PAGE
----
I knew I would pay for those interruptions later, but I didn’t care. I couldn’t sit idle and allow the abuse of my employee to continue with no opposition.
When I arrived at work the next day, the shamed employee was waiting for me outside of my office. I went in.
He followed me, and when I turned toward him, he said, “I wanted to let you know that I appreciate you standing up for me.”
Okay, I thought. He’s going to quit. I dreaded what he would say next. He was a good worker who had an expert knowledge of parts that other people did not. I could not afford to lose him. I braced myself.
But that’s not what he told me. In a deadly calm voice, he said, “I’m going to kill Abraham.”
In normal circumstances, that declaration would have caused shock and horror. Such a response would have made things worse, so I kept it together. This was a high stakes situation.
“If you kill Abraham… Well, there’s a problem with that.”
He said, “What?”
I paused. “Let’s go to a private area to talk about this.”
We left my office and went to one of the glass lobby offices. Security was in the lobby. We sat down.
“I will kill him,” he said. “I am fed up with the way he treats other people and me.”
“You know that if you kill him, I will fire you.”
I couldn’t believe I was talking to someone about murder. The consequences would be so much greater than me firing him, but it was all I could think to say.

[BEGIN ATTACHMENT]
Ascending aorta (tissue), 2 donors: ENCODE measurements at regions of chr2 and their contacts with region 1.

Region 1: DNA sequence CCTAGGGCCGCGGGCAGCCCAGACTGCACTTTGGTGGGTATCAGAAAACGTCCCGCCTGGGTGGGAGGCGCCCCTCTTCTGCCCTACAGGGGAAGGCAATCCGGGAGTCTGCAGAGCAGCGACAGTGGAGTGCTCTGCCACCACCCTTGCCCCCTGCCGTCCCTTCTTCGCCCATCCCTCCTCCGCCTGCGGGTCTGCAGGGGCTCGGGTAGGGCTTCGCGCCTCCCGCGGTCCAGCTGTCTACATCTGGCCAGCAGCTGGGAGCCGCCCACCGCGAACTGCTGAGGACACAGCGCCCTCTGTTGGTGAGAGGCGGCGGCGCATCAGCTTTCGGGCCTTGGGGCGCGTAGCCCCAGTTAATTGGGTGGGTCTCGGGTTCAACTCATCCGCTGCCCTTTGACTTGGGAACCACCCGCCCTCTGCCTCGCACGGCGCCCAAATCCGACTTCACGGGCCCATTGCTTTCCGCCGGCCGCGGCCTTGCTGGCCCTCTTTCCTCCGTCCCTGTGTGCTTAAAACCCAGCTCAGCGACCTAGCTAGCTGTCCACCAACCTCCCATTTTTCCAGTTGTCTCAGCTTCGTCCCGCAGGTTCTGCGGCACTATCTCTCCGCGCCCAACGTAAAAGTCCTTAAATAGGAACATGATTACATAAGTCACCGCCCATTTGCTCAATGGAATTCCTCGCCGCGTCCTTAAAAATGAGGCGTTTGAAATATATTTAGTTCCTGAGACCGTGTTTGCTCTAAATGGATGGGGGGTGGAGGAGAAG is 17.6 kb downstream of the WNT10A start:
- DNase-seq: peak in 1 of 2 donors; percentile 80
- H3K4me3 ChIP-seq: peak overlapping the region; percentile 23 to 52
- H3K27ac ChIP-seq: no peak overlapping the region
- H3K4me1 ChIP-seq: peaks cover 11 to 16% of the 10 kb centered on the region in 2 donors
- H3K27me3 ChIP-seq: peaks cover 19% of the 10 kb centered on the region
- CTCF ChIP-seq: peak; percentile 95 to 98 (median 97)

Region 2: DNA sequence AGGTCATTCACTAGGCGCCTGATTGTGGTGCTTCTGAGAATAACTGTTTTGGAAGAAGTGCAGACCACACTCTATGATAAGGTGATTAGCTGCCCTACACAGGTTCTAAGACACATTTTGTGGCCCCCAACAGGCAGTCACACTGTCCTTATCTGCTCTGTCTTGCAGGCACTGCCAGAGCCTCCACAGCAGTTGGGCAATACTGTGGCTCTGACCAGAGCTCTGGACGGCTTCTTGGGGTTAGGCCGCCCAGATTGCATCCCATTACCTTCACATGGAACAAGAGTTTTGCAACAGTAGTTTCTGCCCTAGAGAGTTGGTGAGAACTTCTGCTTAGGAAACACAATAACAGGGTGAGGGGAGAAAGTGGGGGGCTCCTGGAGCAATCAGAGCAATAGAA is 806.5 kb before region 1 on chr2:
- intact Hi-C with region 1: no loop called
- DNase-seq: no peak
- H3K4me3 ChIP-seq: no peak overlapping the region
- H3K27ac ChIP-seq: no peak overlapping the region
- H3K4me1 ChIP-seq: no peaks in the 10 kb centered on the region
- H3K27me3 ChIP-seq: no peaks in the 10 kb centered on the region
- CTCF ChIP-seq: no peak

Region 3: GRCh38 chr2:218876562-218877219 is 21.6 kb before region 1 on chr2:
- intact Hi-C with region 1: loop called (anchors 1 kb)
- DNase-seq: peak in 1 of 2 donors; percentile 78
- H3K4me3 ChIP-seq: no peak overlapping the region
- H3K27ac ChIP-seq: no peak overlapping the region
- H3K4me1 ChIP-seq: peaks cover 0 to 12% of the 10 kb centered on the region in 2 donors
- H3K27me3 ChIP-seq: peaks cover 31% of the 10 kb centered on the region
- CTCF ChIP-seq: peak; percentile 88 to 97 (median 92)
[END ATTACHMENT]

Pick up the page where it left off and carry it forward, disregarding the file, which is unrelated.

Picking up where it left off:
He believed that he could kill one of the Vice Presidents and keep his job. I couldn’t argue with him about the way he felt. I saw the horrific treatment. But you don’t murder people at work. Murdering is against the law.
“If you kill somebody on company property, I will fire you.” I paused. “Go home. Take a paid day off. You need to get out of here.”
Once he left, I went straight to HR and discussed his proposal. We agreed that he would need to see a psychologist and talk with law enforcement before he could return to work. HR took the ball and ran with it.
The next month, HR cleared him to return to work. He told me his therapist believed that no logical argument would have affected his chosen course of action.
A toxic boss affects every employee. People working for this person do not want to work for him. It damages employees personally if they work for a bad boss too long.
Working for ugliness affects a person. It took until the second staff meeting to speak up. The toxicity in the first meeting affected me, and I froze.
Once again, serendipity was on my side. A production manager job opened unexpectedly. I was promoted to the production floor by the President. There was no way the production floor could operate without leadership so I was transferred to Operations.
The very air you breathe turns poisonous working for a bad boss. There is a way to keep your integrity intact. As long as I did whatever I could to contain Abraham’s bad leadership, I stayed on track for my success.
I could not allow the poison of Abraham’s Leadership style to affect my actions. My career was based on my values. Not my reaction to his viciousness.
Being transferred to a different job was good. Being able to breathe again was better. Keeping my integrity intact while I worked for a toxic boss was the best.
Another Leadership Read: Thriving Under Brutal Management
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Toni can be reached at https://www.tonicrowewriter.com/